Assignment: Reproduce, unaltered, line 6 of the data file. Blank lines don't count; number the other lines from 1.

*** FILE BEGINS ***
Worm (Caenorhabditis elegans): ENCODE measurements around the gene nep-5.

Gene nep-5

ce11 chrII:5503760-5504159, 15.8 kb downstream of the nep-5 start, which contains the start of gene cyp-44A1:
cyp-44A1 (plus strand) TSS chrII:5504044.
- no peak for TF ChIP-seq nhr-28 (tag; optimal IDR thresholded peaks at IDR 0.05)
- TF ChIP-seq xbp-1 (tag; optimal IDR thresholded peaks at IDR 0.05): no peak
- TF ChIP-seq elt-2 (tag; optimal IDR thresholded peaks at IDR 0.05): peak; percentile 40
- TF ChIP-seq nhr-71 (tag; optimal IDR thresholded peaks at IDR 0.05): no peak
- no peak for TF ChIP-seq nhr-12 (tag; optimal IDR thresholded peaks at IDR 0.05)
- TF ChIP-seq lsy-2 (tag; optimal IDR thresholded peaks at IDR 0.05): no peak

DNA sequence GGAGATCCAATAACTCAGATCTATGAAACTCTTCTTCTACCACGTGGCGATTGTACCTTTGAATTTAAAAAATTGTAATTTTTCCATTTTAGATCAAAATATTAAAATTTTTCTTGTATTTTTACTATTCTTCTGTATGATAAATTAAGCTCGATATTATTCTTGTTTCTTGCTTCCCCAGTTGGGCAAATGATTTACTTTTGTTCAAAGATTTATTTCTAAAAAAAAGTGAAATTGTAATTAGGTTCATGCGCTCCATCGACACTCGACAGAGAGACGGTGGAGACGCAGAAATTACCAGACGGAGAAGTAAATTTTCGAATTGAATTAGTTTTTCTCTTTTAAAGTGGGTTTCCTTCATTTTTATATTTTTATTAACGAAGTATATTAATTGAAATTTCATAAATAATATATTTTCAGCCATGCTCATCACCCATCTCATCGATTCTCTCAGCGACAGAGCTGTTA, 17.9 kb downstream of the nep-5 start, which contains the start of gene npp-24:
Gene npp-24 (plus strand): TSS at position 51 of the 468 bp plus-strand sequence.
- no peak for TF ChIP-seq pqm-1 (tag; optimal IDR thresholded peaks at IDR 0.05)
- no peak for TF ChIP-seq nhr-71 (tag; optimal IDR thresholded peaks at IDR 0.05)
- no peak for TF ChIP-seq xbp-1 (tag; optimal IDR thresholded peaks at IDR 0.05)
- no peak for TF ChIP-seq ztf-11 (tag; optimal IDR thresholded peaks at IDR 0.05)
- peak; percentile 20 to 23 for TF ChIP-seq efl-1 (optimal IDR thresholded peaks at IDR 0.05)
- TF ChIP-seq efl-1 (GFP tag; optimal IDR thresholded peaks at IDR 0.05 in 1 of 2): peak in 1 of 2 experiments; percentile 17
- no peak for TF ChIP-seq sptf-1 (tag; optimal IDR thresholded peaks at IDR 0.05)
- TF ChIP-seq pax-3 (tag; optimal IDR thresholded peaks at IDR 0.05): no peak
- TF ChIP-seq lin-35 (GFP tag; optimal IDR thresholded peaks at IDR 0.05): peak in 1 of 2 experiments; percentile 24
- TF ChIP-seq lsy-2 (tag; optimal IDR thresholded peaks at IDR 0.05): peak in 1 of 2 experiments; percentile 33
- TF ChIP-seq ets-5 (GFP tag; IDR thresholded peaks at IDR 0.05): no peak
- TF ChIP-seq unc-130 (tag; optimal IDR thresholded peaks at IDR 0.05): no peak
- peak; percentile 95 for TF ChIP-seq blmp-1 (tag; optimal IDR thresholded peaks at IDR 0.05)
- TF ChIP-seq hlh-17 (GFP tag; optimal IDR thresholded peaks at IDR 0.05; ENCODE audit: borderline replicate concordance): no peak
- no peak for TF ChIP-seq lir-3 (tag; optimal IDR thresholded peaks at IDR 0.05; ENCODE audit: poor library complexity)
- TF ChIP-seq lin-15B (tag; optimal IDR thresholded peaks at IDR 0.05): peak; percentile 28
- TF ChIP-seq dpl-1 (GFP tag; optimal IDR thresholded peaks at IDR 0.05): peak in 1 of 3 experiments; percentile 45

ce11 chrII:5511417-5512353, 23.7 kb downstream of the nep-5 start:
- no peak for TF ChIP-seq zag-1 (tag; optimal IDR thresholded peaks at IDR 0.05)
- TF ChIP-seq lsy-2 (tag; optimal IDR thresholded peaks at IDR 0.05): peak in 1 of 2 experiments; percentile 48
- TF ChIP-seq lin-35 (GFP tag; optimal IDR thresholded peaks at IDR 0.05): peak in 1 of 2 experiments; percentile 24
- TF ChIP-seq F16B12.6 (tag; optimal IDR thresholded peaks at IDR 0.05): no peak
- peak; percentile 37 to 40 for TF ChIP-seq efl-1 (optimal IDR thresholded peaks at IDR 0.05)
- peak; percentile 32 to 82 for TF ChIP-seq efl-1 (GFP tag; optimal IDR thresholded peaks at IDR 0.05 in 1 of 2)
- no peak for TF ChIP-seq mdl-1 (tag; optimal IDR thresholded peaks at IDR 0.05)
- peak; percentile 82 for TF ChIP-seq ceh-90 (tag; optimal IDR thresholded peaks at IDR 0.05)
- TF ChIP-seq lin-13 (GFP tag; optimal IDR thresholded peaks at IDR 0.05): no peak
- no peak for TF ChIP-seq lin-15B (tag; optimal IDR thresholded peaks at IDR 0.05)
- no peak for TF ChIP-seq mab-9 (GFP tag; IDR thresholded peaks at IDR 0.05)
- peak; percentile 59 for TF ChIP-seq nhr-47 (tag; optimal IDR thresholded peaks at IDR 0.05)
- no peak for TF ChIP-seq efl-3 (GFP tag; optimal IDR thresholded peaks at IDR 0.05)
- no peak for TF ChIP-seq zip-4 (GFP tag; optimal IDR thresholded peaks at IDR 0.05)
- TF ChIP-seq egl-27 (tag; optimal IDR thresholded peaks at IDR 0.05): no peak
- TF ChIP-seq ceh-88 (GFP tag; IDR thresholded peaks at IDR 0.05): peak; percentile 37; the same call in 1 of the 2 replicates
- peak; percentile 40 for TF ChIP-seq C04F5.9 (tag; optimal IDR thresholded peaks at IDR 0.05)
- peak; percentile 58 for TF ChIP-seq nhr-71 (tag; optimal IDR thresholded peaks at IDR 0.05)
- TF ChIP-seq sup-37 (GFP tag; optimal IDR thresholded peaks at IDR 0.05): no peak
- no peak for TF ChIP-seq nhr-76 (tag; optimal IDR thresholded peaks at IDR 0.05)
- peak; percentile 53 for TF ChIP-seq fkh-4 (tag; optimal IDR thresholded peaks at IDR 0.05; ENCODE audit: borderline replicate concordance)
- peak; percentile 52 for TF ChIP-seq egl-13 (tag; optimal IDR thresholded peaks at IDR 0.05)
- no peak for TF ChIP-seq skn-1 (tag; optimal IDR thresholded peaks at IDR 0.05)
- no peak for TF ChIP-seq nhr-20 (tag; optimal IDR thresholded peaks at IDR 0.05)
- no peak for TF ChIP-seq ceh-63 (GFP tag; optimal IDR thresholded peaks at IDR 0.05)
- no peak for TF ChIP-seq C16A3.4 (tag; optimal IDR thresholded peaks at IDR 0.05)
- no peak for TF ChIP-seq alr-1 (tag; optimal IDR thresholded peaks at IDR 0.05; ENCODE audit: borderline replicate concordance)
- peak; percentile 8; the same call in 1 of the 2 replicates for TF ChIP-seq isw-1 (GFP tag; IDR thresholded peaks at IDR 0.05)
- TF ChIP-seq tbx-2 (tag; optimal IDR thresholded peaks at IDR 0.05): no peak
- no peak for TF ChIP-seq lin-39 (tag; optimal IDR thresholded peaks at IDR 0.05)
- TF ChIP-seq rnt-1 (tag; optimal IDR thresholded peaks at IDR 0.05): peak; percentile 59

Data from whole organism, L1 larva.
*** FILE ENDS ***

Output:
- TF ChIP-seq xbp-1 (tag; optimal IDR thresholded peaks at IDR 0.05): no peak